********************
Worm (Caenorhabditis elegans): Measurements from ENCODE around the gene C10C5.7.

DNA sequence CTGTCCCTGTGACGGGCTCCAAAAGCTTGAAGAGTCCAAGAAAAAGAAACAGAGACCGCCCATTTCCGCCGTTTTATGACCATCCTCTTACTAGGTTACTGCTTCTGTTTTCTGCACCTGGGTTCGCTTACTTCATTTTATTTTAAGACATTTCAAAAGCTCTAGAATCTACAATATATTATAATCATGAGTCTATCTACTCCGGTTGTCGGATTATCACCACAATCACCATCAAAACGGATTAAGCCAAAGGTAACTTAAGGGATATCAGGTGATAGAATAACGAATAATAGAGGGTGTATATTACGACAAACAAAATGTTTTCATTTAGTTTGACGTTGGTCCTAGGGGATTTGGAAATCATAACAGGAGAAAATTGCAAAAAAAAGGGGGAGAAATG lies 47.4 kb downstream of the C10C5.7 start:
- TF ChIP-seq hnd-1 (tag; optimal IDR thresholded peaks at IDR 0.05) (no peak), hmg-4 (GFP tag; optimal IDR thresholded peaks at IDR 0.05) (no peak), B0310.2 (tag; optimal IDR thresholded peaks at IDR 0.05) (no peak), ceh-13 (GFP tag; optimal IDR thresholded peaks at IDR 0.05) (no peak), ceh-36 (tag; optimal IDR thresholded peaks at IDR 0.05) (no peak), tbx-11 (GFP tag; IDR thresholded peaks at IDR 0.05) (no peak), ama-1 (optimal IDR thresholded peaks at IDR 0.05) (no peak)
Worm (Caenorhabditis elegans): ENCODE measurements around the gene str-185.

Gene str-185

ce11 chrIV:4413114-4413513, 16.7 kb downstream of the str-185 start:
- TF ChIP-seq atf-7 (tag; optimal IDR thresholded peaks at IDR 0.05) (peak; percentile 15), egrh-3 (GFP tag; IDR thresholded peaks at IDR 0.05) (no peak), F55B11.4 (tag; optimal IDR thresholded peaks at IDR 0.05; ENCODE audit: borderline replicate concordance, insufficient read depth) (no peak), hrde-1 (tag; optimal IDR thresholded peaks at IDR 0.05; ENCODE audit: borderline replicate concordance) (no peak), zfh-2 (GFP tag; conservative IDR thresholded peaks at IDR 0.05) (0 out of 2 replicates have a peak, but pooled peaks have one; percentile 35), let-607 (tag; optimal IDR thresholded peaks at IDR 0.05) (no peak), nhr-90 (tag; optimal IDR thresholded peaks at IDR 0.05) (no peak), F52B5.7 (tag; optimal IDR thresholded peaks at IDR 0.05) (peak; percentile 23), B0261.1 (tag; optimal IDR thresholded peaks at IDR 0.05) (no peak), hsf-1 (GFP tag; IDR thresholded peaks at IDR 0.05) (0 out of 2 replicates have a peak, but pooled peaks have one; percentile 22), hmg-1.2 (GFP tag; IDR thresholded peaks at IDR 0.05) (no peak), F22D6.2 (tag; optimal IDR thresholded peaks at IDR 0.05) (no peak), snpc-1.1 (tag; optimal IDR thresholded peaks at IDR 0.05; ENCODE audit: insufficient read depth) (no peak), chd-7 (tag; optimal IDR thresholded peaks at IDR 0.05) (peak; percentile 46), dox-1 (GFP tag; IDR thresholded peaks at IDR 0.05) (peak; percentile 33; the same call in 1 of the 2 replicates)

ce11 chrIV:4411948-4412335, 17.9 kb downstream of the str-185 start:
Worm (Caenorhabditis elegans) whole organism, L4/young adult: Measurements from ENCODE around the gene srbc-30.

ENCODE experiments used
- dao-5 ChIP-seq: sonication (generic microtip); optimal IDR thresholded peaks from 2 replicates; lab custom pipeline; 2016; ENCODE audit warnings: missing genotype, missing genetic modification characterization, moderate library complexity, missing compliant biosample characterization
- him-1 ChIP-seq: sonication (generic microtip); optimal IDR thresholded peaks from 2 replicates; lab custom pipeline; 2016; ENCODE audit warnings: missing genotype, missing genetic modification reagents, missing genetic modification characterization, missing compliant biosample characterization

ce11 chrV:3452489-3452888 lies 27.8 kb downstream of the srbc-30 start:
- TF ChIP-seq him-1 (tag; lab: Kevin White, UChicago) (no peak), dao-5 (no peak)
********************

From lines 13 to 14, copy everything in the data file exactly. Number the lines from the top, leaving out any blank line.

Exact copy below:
ce11 chrV:3452489-3452888 lies 27.8 kb downstream of the srbc-30 start:
- TF ChIP-seq him-1 (tag; lab: Kevin White, UChicago) (no peak), dao-5 (no peak)